• Cyber security – Secure by design  
    More products and services are moving towards end-to-end digitisation, and for these new projects cyber security will be a key consideration from the start.  

  • Enabling innovation  
    User needs will drive innovation, from continuous improvement to service delivery to the introduction of transformative new products/services.  

  • Driving sustainability  
    Social Value will be a requirement for all procurements, meaning new projects must help the government work towards its environmental, economic and social sustainability goals.  

  • Levelling the playing field for small and medium-sized enterprises (SMEs)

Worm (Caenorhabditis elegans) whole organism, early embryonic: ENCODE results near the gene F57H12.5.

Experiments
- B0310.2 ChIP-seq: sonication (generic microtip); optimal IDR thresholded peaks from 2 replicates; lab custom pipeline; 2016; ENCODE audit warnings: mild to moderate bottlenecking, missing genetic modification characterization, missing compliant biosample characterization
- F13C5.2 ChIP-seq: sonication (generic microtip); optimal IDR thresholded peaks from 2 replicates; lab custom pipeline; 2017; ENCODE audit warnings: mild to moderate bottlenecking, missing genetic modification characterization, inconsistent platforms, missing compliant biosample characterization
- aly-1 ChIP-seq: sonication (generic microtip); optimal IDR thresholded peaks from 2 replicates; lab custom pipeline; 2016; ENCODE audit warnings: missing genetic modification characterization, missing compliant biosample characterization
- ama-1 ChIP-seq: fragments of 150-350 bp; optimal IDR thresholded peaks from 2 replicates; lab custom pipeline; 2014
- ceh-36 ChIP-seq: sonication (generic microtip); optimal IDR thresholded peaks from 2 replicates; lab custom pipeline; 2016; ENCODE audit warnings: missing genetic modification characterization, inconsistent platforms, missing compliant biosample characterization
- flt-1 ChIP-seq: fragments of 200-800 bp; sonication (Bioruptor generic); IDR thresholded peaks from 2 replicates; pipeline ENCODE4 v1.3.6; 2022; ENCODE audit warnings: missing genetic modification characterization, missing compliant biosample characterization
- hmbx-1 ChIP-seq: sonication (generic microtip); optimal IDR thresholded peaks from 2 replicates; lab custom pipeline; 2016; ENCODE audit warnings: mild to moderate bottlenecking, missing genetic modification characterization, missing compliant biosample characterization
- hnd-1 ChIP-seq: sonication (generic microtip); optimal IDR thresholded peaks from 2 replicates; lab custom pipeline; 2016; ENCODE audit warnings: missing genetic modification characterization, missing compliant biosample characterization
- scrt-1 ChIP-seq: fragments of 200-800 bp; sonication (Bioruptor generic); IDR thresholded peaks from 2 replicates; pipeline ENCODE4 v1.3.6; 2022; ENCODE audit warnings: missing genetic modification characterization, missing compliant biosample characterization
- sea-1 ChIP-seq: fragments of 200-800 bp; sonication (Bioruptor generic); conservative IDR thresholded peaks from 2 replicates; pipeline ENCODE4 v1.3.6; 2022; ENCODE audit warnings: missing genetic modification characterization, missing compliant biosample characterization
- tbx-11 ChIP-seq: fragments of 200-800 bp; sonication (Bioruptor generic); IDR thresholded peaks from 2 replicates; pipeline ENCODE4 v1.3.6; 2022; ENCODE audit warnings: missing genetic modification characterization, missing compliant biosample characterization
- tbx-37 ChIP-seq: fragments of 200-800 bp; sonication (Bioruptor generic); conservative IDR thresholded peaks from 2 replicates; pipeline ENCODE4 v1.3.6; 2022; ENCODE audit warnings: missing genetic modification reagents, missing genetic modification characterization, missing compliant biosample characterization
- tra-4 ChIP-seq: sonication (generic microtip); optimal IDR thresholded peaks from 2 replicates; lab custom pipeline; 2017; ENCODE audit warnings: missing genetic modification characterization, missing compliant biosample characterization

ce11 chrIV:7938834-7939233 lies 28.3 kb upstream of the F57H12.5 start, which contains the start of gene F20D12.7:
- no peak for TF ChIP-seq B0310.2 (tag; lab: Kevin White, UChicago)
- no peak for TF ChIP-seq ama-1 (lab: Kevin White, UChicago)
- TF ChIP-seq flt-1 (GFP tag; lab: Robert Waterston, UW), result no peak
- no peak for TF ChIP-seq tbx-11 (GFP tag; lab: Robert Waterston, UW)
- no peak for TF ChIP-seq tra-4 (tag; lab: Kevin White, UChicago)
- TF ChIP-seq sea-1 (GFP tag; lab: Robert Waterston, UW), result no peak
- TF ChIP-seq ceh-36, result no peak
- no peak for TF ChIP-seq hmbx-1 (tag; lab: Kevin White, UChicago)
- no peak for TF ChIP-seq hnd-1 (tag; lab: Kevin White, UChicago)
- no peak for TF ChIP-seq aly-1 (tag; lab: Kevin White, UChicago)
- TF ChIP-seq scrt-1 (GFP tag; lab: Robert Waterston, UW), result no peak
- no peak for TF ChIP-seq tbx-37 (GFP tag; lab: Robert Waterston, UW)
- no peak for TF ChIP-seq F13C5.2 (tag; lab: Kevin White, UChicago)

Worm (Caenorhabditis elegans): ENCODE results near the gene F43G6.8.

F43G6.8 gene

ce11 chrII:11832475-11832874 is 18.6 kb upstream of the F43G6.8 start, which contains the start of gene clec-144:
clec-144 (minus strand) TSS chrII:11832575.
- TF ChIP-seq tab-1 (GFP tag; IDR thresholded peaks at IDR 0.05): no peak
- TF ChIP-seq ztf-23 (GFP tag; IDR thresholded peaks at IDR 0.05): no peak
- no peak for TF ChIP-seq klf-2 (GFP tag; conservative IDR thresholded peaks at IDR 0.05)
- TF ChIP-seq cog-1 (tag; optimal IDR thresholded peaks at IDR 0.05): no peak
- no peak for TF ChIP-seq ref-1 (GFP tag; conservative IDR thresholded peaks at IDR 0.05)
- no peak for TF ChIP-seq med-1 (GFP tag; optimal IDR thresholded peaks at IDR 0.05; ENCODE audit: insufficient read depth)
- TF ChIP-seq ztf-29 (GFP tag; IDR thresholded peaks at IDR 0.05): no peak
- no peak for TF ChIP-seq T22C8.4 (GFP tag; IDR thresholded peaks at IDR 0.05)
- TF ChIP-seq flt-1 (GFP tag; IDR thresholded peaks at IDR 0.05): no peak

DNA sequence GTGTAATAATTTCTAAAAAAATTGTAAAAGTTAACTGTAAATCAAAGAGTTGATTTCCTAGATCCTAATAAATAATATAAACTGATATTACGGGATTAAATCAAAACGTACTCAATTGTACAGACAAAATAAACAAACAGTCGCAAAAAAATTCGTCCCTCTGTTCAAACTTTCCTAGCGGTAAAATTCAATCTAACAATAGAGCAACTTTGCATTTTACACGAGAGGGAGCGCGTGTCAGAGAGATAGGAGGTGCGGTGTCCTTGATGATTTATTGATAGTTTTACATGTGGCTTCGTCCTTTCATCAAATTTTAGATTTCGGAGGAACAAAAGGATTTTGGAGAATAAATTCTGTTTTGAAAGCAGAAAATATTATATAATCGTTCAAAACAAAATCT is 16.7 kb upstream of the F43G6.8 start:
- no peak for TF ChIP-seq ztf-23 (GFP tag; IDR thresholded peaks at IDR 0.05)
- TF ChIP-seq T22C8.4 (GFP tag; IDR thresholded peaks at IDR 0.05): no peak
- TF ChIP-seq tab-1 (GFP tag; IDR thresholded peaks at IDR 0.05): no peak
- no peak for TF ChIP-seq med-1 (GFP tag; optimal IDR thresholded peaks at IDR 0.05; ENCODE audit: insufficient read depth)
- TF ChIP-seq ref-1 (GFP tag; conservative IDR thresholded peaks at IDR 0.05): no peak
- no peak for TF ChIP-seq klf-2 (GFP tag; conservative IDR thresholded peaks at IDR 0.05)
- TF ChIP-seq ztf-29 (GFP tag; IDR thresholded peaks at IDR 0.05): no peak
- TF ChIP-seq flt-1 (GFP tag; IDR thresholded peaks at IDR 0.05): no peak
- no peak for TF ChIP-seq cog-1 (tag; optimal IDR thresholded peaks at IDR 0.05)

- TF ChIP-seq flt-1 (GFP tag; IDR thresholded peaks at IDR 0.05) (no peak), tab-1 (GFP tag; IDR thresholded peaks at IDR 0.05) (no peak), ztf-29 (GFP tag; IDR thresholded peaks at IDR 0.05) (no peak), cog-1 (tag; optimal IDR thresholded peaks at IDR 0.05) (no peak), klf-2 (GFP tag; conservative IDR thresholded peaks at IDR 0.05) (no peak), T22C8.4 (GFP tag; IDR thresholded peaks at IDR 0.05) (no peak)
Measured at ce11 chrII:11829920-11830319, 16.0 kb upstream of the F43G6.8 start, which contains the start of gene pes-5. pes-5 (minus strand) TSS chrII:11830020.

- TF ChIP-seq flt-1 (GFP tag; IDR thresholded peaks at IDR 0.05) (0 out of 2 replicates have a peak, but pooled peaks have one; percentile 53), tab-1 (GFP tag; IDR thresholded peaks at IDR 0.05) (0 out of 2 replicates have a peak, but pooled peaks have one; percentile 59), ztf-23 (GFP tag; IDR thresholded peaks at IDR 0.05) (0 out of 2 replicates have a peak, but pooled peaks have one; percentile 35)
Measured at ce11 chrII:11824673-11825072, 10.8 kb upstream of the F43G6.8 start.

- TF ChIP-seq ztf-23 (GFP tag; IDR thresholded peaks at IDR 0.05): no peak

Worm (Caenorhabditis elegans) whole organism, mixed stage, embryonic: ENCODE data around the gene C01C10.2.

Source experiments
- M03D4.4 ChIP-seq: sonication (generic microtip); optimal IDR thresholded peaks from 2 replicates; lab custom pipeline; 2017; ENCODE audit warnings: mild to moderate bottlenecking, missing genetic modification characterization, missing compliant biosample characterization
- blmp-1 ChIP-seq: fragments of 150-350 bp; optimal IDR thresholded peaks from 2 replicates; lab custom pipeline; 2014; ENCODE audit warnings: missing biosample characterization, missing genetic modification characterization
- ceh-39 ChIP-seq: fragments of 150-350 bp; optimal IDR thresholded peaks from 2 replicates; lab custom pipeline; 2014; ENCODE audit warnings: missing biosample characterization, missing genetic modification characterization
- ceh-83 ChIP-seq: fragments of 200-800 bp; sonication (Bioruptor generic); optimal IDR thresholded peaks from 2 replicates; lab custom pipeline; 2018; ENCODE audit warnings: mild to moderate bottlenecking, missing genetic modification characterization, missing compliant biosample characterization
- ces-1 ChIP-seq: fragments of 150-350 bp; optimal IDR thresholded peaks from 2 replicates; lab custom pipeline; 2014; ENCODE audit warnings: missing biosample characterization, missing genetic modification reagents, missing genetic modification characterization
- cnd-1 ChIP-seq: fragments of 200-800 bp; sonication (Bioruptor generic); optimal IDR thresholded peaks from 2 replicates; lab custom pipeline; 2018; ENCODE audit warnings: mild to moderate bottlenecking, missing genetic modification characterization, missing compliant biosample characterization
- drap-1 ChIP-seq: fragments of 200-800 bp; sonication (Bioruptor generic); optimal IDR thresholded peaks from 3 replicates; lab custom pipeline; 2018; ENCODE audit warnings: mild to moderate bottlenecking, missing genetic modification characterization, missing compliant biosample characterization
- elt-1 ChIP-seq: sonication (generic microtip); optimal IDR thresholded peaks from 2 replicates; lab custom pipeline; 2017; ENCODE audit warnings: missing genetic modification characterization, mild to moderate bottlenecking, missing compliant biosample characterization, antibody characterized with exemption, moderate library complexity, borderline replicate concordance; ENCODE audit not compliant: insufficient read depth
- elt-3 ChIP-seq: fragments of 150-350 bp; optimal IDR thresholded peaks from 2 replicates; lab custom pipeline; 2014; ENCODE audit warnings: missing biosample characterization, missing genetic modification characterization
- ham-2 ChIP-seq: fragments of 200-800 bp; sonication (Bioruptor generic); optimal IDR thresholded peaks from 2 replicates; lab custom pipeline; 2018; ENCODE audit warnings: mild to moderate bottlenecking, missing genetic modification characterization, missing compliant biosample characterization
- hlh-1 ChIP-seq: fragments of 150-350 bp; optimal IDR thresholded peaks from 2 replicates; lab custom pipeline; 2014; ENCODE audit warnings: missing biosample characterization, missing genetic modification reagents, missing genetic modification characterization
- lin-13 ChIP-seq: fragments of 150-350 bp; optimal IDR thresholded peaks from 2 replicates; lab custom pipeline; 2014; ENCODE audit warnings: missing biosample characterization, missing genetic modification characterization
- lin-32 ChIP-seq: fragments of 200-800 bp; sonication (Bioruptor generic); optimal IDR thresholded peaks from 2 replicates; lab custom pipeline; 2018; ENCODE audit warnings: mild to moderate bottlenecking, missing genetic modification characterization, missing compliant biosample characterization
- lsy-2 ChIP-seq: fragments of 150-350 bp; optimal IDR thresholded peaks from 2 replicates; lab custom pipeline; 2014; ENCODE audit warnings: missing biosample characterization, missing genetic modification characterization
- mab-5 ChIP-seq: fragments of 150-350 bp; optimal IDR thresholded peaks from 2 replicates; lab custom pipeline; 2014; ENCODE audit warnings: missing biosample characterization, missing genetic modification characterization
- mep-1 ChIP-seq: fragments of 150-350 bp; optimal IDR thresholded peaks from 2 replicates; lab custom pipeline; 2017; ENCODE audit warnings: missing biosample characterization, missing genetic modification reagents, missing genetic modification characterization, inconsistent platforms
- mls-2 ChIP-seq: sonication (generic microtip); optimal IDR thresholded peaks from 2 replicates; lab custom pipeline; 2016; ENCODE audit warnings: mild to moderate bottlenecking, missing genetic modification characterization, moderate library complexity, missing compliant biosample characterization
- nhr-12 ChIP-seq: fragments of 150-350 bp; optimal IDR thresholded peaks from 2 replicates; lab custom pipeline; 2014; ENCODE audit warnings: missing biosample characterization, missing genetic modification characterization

SMEs and voluntary, community and social enterprises (VCSEs) play a significant role in the industry – often leading the way for innovation, helping economic growth, boosting employment and creating investment opportunities in the UK. The government will support these enterprises through procurements that create a healthy, diverse and competitive market. 

The Digital, Data and Technology Playbook’s 11 Key Policies

  1. Commercial pipelines  
    The government will ensure the market is aware of all upcoming projects and publish pipelines for next 18 months as a minimum. This gives suppliers plenty of time to engage with buyers, understand demand, and arrange joint bids before contracts have been published. 

  1. Market health and capability assessments  
    It will work to design strategies and contracts that help to maintain a healthy market by addressing barriers to entry, taking advantage of innovations, and promoting competition.